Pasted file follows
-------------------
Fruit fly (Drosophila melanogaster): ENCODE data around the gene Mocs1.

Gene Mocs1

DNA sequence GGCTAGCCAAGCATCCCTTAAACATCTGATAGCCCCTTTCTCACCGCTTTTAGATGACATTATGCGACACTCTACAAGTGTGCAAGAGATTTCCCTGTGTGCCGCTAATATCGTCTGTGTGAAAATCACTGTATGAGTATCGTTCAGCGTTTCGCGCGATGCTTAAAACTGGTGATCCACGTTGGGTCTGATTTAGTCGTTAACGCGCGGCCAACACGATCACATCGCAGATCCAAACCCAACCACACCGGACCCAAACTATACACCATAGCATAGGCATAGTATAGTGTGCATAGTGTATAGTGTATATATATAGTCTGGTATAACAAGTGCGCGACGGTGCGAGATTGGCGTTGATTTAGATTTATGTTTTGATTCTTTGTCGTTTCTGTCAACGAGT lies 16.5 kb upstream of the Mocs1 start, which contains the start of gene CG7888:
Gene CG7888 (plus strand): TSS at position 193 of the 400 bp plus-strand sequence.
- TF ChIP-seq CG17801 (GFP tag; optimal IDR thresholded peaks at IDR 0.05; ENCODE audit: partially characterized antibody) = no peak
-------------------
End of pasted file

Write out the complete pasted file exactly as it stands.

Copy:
Fruit fly (Drosophila melanogaster): ENCODE data around the gene Mocs1.

Gene Mocs1

DNA sequence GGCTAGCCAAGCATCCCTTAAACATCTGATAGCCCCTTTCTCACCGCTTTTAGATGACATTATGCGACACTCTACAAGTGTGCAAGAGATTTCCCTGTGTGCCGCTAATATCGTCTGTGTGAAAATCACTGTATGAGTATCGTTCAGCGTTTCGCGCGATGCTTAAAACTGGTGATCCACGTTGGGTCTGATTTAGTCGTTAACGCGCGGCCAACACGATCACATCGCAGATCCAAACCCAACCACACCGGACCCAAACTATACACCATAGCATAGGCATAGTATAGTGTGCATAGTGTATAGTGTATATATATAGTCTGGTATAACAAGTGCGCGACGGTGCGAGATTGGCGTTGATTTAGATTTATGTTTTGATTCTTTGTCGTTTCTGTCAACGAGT lies 16.5 kb upstream of the Mocs1 start, which contains the start of gene CG7888:
Gene CG7888 (plus strand): TSS at position 193 of the 400 bp plus-strand sequence.
- TF ChIP-seq CG17801 (GFP tag; optimal IDR thresholded peaks at IDR 0.05; ENCODE audit: partially characterized antibody) = no peak